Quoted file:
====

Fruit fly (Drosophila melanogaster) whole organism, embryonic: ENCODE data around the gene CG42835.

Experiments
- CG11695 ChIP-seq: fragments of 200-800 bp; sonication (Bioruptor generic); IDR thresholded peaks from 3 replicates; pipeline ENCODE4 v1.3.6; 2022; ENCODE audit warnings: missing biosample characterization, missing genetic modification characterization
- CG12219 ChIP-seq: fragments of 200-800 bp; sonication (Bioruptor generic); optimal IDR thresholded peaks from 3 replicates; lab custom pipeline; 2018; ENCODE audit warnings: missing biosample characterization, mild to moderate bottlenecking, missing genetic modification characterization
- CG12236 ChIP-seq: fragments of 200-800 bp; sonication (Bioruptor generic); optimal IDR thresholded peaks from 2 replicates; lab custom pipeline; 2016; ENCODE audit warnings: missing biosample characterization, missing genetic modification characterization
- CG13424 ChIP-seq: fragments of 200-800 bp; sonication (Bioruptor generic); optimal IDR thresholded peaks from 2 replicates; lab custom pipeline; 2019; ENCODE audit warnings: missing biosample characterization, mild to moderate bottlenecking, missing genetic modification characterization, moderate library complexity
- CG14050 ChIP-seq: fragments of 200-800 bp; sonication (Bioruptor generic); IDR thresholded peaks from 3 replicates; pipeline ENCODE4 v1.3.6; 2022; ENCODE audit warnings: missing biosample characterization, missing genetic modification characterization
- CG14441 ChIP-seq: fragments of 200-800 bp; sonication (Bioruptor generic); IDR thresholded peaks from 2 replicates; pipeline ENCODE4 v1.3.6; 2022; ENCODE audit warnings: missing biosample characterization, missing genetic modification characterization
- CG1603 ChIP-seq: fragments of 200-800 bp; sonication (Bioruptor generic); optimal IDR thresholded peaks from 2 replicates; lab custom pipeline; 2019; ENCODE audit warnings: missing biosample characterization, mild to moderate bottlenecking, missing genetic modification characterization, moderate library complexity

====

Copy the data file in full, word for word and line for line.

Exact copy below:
Fruit fly (Drosophila melanogaster) whole organism, embryonic: ENCODE data around the gene CG42835.

Experiments
- CG11695 ChIP-seq: fragments of 200-800 bp; sonication (Bioruptor generic); IDR thresholded peaks from 3 replicates; pipeline ENCODE4 v1.3.6; 2022; ENCODE audit warnings: missing biosample characterization, missing genetic modification characterization
- CG12219 ChIP-seq: fragments of 200-800 bp; sonication (Bioruptor generic); optimal IDR thresholded peaks from 3 replicates; lab custom pipeline; 2018; ENCODE audit warnings: missing biosample characterization, mild to moderate bottlenecking, missing genetic modification characterization
- CG12236 ChIP-seq: fragments of 200-800 bp; sonication (Bioruptor generic); optimal IDR thresholded peaks from 2 replicates; lab custom pipeline; 2016; ENCODE audit warnings: missing biosample characterization, missing genetic modification characterization
- CG13424 ChIP-seq: fragments of 200-800 bp; sonication (Bioruptor generic); optimal IDR thresholded peaks from 2 replicates; lab custom pipeline; 2019; ENCODE audit warnings: missing biosample characterization, mild to moderate bottlenecking, missing genetic modification characterization, moderate library complexity
- CG14050 ChIP-seq: fragments of 200-800 bp; sonication (Bioruptor generic); IDR thresholded peaks from 3 replicates; pipeline ENCODE4 v1.3.6; 2022; ENCODE audit warnings: missing biosample characterization, missing genetic modification characterization
- CG14441 ChIP-seq: fragments of 200-800 bp; sonication (Bioruptor generic); IDR thresholded peaks from 2 replicates; pipeline ENCODE4 v1.3.6; 2022; ENCODE audit warnings: missing biosample characterization, missing genetic modification characterization
- CG1603 ChIP-seq: fragments of 200-800 bp; sonication (Bioruptor generic); optimal IDR thresholded peaks from 2 replicates; lab custom pipeline; 2019; ENCODE audit warnings: missing biosample characterization, mild to moderate bottlenecking, missing genetic modification characterization, moderate library complexity